Download refers to the transfer of a file from the Internet or some other host computer to your own computer. When you download or transfer a file from the Internet or some other host computer to your own computer, it will have a filename - or you can rename it.
E-mail refers to text messages that are sent from an electronic mailbox on your computer to one or more other electronic mailboxes using a messaging computer program. Each e-mail user has an address that tells the communication system where to deliver messages.
9. A. An Internet bookmark is a feature of your browser that lets you store the addresses of Web pages you frequently visit or want to save in a handy list. Bookmarks save you time in returning to sites you want to visit frequently, because you can just select the bookmark from a menu rather than having to type in the complete address, or URL, of the site.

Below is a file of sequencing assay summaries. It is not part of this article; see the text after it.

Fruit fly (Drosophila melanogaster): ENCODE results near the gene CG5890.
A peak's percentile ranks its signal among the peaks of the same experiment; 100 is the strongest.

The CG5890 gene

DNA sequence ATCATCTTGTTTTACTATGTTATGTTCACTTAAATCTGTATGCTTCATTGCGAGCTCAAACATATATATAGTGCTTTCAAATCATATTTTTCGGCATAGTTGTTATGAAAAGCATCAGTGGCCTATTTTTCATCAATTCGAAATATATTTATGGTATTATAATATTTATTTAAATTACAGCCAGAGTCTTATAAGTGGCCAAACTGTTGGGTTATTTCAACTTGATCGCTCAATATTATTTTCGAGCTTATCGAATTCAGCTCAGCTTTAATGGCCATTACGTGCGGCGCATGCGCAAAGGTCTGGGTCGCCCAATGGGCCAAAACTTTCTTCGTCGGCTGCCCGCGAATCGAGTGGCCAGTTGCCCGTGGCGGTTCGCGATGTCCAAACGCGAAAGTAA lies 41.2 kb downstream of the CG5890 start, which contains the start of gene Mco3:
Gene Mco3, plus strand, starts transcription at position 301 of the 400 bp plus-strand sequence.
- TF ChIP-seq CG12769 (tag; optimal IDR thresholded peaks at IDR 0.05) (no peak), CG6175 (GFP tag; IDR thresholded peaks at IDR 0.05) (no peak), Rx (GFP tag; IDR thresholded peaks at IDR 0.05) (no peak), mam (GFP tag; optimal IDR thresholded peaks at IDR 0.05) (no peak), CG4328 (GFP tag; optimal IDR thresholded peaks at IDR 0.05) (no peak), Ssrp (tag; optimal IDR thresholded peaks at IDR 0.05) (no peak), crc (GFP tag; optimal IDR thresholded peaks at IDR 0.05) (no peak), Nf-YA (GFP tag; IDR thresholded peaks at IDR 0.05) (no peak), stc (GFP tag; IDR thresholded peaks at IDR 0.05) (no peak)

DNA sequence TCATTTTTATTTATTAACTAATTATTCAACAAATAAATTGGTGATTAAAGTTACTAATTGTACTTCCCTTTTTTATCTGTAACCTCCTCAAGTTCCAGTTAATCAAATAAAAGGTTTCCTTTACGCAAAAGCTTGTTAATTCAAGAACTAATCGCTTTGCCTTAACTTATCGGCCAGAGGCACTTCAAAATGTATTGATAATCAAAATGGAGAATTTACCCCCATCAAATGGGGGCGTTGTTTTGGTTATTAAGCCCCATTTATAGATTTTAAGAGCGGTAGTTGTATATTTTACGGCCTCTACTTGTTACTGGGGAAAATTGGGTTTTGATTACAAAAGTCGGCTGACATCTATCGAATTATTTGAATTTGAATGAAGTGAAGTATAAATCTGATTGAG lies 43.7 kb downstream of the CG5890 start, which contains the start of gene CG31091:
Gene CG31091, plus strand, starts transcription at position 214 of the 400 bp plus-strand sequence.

The speed of your modem is described in terms of baud rate (or bps) - the number of bits per second that a modem can transmit or receive. The higher the bps, the faster you can access information.
10. B. An Internet Service Provider is some kind of organization, usually commercial but sometimes a group such as an education agency, that sells access to the Internet. There are also some national services, such as America Online, CompuServe, Prodigy, the Microsoft Network and others that have Web browsers and can provide you with access to the Internet.
Web sites that provide information internally within an organization or company are called intranets.